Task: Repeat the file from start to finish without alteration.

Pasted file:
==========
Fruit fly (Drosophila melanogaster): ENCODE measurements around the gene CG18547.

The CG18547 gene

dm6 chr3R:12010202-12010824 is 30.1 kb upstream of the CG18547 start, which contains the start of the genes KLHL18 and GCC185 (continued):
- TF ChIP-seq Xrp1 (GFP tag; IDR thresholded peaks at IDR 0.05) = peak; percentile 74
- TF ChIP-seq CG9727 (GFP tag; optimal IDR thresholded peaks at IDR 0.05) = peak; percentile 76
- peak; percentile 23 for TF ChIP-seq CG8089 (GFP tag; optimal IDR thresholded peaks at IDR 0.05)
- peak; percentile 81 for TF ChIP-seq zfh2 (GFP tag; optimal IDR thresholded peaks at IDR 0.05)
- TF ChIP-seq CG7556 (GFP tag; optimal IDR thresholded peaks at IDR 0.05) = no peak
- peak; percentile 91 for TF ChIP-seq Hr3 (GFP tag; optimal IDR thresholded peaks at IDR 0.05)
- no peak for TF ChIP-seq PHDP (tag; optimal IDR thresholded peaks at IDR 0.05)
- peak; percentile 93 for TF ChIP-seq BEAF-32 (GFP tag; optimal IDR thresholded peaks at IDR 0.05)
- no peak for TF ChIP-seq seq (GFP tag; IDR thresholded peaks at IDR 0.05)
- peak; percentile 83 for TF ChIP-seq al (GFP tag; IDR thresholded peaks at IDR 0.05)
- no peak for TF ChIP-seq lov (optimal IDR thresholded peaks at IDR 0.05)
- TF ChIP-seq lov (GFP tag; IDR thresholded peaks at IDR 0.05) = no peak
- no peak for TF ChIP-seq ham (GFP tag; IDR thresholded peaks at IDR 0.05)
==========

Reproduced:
Fruit fly (Drosophila melanogaster): ENCODE measurements around the gene CG18547.

The CG18547 gene

dm6 chr3R:12010202-12010824 is 30.1 kb upstream of the CG18547 start, which contains the start of the genes KLHL18 and GCC185 (continued):
- TF ChIP-seq Xrp1 (GFP tag; IDR thresholded peaks at IDR 0.05) = peak; percentile 74
- TF ChIP-seq CG9727 (GFP tag; optimal IDR thresholded peaks at IDR 0.05) = peak; percentile 76
- peak; percentile 23 for TF ChIP-seq CG8089 (GFP tag; optimal IDR thresholded peaks at IDR 0.05)
- peak; percentile 81 for TF ChIP-seq zfh2 (GFP tag; optimal IDR thresholded peaks at IDR 0.05)
- TF ChIP-seq CG7556 (GFP tag; optimal IDR thresholded peaks at IDR 0.05) = no peak
- peak; percentile 91 for TF ChIP-seq Hr3 (GFP tag; optimal IDR thresholded peaks at IDR 0.05)
- no peak for TF ChIP-seq PHDP (tag; optimal IDR thresholded peaks at IDR 0.05)
- peak; percentile 93 for TF ChIP-seq BEAF-32 (GFP tag; optimal IDR thresholded peaks at IDR 0.05)
- no peak for TF ChIP-seq seq (GFP tag; IDR thresholded peaks at IDR 0.05)
- peak; percentile 83 for TF ChIP-seq al (GFP tag; IDR thresholded peaks at IDR 0.05)
- no peak for TF ChIP-seq lov (optimal IDR thresholded peaks at IDR 0.05)
- TF ChIP-seq lov (GFP tag; IDR thresholded peaks at IDR 0.05) = no peak
- no peak for TF ChIP-seq ham (GFP tag; IDR thresholded peaks at IDR 0.05)